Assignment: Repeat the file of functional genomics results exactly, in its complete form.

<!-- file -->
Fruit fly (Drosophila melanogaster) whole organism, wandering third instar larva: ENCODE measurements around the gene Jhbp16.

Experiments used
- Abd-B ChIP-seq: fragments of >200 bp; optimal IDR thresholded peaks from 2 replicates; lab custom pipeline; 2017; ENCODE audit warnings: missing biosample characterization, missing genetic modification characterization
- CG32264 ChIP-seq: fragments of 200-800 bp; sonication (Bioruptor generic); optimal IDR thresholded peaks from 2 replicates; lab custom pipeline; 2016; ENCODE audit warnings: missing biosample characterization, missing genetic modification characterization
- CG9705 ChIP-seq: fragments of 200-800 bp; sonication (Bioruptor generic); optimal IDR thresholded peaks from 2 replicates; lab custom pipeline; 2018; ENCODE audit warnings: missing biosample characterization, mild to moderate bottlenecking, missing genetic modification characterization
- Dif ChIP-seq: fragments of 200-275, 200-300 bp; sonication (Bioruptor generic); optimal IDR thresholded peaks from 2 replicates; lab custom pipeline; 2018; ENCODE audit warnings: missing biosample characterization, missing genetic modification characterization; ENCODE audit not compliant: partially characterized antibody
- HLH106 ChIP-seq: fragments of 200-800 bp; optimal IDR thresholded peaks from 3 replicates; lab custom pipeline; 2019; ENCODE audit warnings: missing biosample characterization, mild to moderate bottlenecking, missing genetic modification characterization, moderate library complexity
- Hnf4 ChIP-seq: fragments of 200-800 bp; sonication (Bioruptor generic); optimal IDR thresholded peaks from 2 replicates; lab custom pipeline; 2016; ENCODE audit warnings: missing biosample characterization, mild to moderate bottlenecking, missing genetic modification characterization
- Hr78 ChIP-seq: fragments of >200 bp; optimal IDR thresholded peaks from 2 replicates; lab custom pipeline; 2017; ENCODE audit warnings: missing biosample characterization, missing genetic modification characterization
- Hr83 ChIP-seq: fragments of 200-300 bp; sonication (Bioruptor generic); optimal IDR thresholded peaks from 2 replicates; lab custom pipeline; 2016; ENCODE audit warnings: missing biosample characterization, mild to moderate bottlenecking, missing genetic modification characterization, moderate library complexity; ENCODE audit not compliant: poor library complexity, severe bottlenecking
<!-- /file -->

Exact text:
Fruit fly (Drosophila melanogaster) whole organism, wandering third instar larva: ENCODE measurements around the gene Jhbp16.

Experiments used
- Abd-B ChIP-seq: fragments of >200 bp; optimal IDR thresholded peaks from 2 replicates; lab custom pipeline; 2017; ENCODE audit warnings: missing biosample characterization, missing genetic modification characterization
- CG32264 ChIP-seq: fragments of 200-800 bp; sonication (Bioruptor generic); optimal IDR thresholded peaks from 2 replicates; lab custom pipeline; 2016; ENCODE audit warnings: missing biosample characterization, missing genetic modification characterization
- CG9705 ChIP-seq: fragments of 200-800 bp; sonication (Bioruptor generic); optimal IDR thresholded peaks from 2 replicates; lab custom pipeline; 2018; ENCODE audit warnings: missing biosample characterization, mild to moderate bottlenecking, missing genetic modification characterization
- Dif ChIP-seq: fragments of 200-275, 200-300 bp; sonication (Bioruptor generic); optimal IDR thresholded peaks from 2 replicates; lab custom pipeline; 2018; ENCODE audit warnings: missing biosample characterization, missing genetic modification characterization; ENCODE audit not compliant: partially characterized antibody
- HLH106 ChIP-seq: fragments of 200-800 bp; optimal IDR thresholded peaks from 3 replicates; lab custom pipeline; 2019; ENCODE audit warnings: missing biosample characterization, mild to moderate bottlenecking, missing genetic modification characterization, moderate library complexity
- Hnf4 ChIP-seq: fragments of 200-800 bp; sonication (Bioruptor generic); optimal IDR thresholded peaks from 2 replicates; lab custom pipeline; 2016; ENCODE audit warnings: missing biosample characterization, mild to moderate bottlenecking, missing genetic modification characterization
- Hr78 ChIP-seq: fragments of >200 bp; optimal IDR thresholded peaks from 2 replicates; lab custom pipeline; 2017; ENCODE audit warnings: missing biosample characterization, missing genetic modification characterization
- Hr83 ChIP-seq: fragments of 200-300 bp; sonication (Bioruptor generic); optimal IDR thresholded peaks from 2 replicates; lab custom pipeline; 2016; ENCODE audit warnings: missing biosample characterization, mild to moderate bottlenecking, missing genetic modification characterization, moderate library complexity; ENCODE audit not compliant: poor library complexity, severe bottlenecking